All equipment is not created equal. Obviously, equipment is an important component of any cleaning task. Machines differ, soap dispensers and applicators differ plus there are hundreds of different cleaning tips to use for application. Tip size helps control pressure, with the change of a tip you can go from 4000 PSI pressure down to a much lower and safer pressure. The average consumer would not easily recognize or appreciate the
difference in the equipment options and application. The professional contract cleaner understands the component of what is termed in the industry as a “cleaning unit” and what their specific equipment is capable of delivering. Professional pressure washing companies have an assortment of choices available to properly accomplish the different
projects in the course of their daily routines.

A low pressure wash with environmentally safe cleaning chemicals should be used on our
exteriors. Control of water pressure on the property project is a must. Professionals know one of the most important factors in cleaning is using correct detergent mixes. The chemicals clean, not pressure. The proper cleaning compounds are a key to excellent results. The professional uses the right detergent for the specific cleaning
task. Stucco isn’t washed the same as vinyl siding. Painted wood isn’t washed the same as brick. In addition to correct detergent selection, using them at effective but safe concentrations to provide excellent results is a must. The professional also has the knowledge and training to know heat and cold effects, how well detergents work and will adjust concentrations based on ambient temperature. Appropriately adjusting detergent concentrations will provide excellent results in any climate. Water alone cleans very little. The proper selection and use of detergents make all the difference when cleaning all surfaces. No one cleaning chemical can clean all surfaces. Generally it’s a mix of chemicals that do the job properly, depending on the surfaces to be cleaned and what needs to be cleaned off of the surfaces. From a mild soap or detergent to more aggressive butyl based cleaners, there are a wide variety of good cleaners for the professional to use.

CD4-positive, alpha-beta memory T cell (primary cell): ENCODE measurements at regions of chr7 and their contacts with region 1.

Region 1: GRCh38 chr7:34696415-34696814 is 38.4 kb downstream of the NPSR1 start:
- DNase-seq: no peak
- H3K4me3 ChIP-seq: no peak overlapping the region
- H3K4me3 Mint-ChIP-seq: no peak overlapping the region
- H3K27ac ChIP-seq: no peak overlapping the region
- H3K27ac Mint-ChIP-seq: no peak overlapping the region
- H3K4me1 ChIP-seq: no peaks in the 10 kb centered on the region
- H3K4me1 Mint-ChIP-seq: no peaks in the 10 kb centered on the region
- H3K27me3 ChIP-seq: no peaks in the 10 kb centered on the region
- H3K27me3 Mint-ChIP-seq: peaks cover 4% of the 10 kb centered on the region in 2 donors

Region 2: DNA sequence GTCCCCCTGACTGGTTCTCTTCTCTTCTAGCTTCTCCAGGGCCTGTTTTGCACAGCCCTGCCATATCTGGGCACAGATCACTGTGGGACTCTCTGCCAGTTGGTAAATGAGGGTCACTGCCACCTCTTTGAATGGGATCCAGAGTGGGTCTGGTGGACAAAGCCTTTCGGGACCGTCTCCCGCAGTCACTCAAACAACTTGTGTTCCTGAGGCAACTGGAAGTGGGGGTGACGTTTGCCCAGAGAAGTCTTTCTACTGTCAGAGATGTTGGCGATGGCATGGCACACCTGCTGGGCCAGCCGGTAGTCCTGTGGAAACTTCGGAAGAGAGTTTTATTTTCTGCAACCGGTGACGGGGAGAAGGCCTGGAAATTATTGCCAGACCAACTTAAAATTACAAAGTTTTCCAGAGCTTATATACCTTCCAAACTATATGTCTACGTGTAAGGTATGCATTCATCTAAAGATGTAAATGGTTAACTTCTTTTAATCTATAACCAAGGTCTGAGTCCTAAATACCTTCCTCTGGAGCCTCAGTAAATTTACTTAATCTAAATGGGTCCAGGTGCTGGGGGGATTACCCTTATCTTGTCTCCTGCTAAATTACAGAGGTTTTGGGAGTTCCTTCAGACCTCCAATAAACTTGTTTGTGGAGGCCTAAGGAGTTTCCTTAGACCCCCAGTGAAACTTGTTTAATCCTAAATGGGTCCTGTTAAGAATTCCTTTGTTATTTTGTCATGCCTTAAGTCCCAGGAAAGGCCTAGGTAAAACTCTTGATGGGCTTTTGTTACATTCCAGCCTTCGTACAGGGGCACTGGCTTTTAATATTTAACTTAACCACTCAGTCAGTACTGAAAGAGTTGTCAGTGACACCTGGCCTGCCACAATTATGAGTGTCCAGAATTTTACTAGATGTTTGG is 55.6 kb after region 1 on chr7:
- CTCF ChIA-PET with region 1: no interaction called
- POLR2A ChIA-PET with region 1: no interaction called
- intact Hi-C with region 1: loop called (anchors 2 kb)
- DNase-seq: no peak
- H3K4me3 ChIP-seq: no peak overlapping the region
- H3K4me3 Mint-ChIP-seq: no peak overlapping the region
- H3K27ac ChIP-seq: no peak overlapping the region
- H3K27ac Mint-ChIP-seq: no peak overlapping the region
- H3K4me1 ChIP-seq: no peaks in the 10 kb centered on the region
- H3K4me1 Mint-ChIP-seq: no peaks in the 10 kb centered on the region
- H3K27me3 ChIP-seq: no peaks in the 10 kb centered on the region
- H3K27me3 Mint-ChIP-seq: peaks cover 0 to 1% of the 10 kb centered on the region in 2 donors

Mildicides such as bleach products to kill mold & mildew. In proper concentrations bleach products are completely safe and are needed in the south where we find more than